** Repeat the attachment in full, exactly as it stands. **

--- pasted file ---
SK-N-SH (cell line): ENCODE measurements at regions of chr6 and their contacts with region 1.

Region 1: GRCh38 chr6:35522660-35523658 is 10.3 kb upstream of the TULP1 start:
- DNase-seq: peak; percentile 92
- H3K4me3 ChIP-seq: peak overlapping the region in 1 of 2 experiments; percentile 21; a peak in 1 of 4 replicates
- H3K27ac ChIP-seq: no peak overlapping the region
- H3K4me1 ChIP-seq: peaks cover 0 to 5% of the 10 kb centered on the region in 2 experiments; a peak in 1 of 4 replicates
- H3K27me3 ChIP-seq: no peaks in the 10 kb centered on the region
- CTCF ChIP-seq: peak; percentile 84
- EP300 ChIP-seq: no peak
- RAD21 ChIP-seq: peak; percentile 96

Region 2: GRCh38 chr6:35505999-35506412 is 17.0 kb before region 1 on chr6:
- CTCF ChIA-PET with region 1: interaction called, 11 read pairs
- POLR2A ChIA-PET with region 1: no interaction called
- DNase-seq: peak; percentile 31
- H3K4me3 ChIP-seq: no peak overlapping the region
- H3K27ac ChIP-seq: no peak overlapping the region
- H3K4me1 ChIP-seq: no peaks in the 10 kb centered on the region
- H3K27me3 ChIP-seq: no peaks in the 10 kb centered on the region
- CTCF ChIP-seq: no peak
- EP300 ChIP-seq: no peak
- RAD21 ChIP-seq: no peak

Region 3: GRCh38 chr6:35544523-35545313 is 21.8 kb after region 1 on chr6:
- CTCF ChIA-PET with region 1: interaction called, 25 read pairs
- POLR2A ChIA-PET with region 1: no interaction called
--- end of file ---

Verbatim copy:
SK-N-SH (cell line): ENCODE measurements at regions of chr6 and their contacts with region 1.

Region 1: GRCh38 chr6:35522660-35523658 is 10.3 kb upstream of the TULP1 start:
- DNase-seq: peak; percentile 92
- H3K4me3 ChIP-seq: peak overlapping the region in 1 of 2 experiments; percentile 21; a peak in 1 of 4 replicates
- H3K27ac ChIP-seq: no peak overlapping the region
- H3K4me1 ChIP-seq: peaks cover 0 to 5% of the 10 kb centered on the region in 2 experiments; a peak in 1 of 4 replicates
- H3K27me3 ChIP-seq: no peaks in the 10 kb centered on the region
- CTCF ChIP-seq: peak; percentile 84
- EP300 ChIP-seq: no peak
- RAD21 ChIP-seq: peak; percentile 96

Region 2: GRCh38 chr6:35505999-35506412 is 17.0 kb before region 1 on chr6:
- CTCF ChIA-PET with region 1: interaction called, 11 read pairs
- POLR2A ChIA-PET with region 1: no interaction called
- DNase-seq: peak; percentile 31
- H3K4me3 ChIP-seq: no peak overlapping the region
- H3K27ac ChIP-seq: no peak overlapping the region
- H3K4me1 ChIP-seq: no peaks in the 10 kb centered on the region
- H3K27me3 ChIP-seq: no peaks in the 10 kb centered on the region
- CTCF ChIP-seq: no peak
- EP300 ChIP-seq: no peak
- RAD21 ChIP-seq: no peak

Region 3: GRCh38 chr6:35544523-35545313 is 21.8 kb after region 1 on chr6:
- CTCF ChIA-PET with region 1: interaction called, 25 read pairs
- POLR2A ChIA-PET with region 1: no interaction called